You wouldn't know it from his usual deadpan demeanor, but Governor Jay Inslee says he is "shocked"—shocked—to find Senate Republicans "focusing on 210 multimillion dollar estates ... instead of focusing on a million children."

Inslee's shock stems from the Senate majority's refusal to fix a "technical glitch" in Washington's voter-approved estate tax law, in order to address the recent Bracken decision, which invalidated the tax on (non-farm) estates of married couples in excess of $2 million. At stake is $160 million in revenue through 2015, all of it dedicated to the state's Education Legacy Trust Fund.

Speaking at press availability in the state Capitol today, Inslee says that he is "extremely concerned and disappointed" that "the Senate majority has voted to eliminate taxes on about 210 multimillion estates a year rather than to fund education." Also, says Inslee, he is "surprised and disappointed."

"Blindsided," even.

"That position is a huge impediment to being able to reach a fruitful resolution to this budget," Inslee warned. "Both sides need to compromise ... but we cannot move forward in this effort while reducing revenue."

And time is running out. This week the Department of Revenue started processing about 70 refund requests, and will begin mailing $40 million to $50 million worth of checks starting next week. "Once we issue refunds, the state will not be able to recover that money even if the Legislature passes an estate tax fix and makes it retroactive," DOR spokesman Mike Gowrylow explains via email:

The Department has not been processing refund requests so far in deference to the Legislature, which could act to fix the loophole created by the Bracken decision in which married couple using QTIPS could avoid paying estate tax on the death of the second spouse while the estates of single or divorced individuals would be taxable. However, several recent Superior Court judges have ordered the Department to make refunds and our legal advice is that we can no longer postpone processing these requests.

So that's the choice. Fix the loophole now—like, this week—or kiss goodbye to $50 million at a time when the state is already falling billions short of funding its constitutional "paramount duty" to educate our children. Even if they manage to fix the loophole in a budget agreement at the close of the special session next week, it'll be too late. That money will be gone.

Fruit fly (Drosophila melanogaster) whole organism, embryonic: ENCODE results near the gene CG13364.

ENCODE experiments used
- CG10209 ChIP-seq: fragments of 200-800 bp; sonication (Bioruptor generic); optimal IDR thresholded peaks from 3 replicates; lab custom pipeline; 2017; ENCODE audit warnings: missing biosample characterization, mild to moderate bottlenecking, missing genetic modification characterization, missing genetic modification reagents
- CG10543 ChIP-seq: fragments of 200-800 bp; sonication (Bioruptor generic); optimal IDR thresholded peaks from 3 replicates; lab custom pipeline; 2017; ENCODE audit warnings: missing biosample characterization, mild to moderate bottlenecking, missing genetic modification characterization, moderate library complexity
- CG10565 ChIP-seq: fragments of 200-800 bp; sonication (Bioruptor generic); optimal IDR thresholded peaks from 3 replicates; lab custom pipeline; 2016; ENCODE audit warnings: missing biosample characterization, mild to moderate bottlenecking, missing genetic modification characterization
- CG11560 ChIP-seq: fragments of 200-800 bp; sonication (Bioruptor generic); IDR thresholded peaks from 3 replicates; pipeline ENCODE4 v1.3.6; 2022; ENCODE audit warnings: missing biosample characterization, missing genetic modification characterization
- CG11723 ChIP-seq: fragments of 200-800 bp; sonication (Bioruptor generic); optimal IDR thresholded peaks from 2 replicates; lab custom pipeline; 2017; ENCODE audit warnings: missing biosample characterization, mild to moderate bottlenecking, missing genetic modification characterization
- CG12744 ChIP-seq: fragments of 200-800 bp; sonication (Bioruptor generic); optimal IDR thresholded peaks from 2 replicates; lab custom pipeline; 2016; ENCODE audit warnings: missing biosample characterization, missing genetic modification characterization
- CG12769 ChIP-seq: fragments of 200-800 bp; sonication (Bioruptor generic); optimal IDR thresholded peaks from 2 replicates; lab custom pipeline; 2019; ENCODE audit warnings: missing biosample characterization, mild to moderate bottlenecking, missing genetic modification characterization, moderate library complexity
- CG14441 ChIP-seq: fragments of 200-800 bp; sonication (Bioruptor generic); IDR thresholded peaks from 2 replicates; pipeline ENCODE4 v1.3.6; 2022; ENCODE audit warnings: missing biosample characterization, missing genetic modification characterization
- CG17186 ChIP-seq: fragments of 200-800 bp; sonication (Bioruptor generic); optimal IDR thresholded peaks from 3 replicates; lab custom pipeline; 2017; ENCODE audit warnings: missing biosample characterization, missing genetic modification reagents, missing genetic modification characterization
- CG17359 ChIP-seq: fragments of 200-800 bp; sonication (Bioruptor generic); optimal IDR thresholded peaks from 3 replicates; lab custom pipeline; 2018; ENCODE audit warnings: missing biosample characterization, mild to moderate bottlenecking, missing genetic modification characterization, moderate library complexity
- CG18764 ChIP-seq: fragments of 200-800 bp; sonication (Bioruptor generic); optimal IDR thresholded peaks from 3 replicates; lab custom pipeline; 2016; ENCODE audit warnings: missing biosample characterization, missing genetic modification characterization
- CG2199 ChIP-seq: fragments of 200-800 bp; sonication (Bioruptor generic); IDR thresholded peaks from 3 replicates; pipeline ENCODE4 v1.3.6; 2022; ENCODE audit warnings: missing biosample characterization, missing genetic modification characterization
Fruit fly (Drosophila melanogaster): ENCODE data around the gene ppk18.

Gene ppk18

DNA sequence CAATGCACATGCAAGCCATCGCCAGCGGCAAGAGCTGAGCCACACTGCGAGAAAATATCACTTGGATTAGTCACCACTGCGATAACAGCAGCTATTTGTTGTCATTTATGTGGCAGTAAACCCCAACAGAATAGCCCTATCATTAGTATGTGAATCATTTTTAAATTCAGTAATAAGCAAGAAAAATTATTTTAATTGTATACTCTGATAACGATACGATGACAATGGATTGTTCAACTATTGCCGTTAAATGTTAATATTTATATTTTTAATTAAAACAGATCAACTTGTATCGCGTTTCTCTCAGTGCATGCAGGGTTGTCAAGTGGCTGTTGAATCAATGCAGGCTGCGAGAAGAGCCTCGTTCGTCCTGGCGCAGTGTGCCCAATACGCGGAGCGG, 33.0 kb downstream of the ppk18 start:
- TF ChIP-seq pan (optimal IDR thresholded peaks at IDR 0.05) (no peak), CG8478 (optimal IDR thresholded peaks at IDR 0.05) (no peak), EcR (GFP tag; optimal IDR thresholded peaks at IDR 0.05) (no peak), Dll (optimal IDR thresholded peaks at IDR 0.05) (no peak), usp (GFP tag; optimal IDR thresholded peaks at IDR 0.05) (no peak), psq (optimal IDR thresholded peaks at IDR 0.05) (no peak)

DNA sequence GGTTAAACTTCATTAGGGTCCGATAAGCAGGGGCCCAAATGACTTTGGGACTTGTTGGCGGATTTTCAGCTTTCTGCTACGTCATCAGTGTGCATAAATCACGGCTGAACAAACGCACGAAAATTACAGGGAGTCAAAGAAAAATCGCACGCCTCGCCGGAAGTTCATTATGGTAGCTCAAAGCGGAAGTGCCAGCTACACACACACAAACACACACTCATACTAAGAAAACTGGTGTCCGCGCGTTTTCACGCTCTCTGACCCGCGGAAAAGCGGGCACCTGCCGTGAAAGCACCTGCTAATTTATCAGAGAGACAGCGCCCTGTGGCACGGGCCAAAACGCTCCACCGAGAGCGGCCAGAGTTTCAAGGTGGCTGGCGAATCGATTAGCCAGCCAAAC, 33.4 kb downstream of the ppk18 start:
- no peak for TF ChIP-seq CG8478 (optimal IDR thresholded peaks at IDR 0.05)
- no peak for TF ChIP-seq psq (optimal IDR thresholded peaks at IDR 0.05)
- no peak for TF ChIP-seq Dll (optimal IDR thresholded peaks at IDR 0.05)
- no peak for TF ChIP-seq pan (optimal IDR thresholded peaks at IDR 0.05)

And that's just plain stupid. There's absolutely no rational reason to exempt heirs of married couples from a tax that heirs of single or divorced individuals have to pay. This is just anti-tax, anti-child, pro-wealthy Republican ideology at its worst.

"This one issue is most telling to me," says the shocked, surprised, concerned, disappointed, and blindsided Inslee. And it should be. The Rodney Tom-led "Majority Coalition Caucus" loves to talk about "bipartisanship" and "compromise," but their refusal to preserve this voter-approved tax—a tax solely dedicated to K-12 education—tells you everything you need to know both about their priorities, and about their willingness to negotiate in good faith. Not a good sign that a budget deal is in the works.

"I assume if we are not done by the 11th, we would just go straight into another session the next morning," says Inslee. But that would leave little time to strike a deal before current two-year budget expires at the end of the month, potentially forcing a government shutdown. No, far from compromise, Tom and his caucus appear intent on steering us toward this fiscal cliff on the gamble that Democrats—who actually care about a functioning government—will blink first.

"By necessity," says Inslee, "I have made some inquiries about the potential decisions that will have to made" should the current budget end June 30 without a new budget in place. "There is a chance," admits Inslee, of a government shutdown. "But I prefer not to focus on that."

Given the Republicans' focus on protecting the interests of multimillionaire heirs at the expense of all else, Inslee may soon have no choice.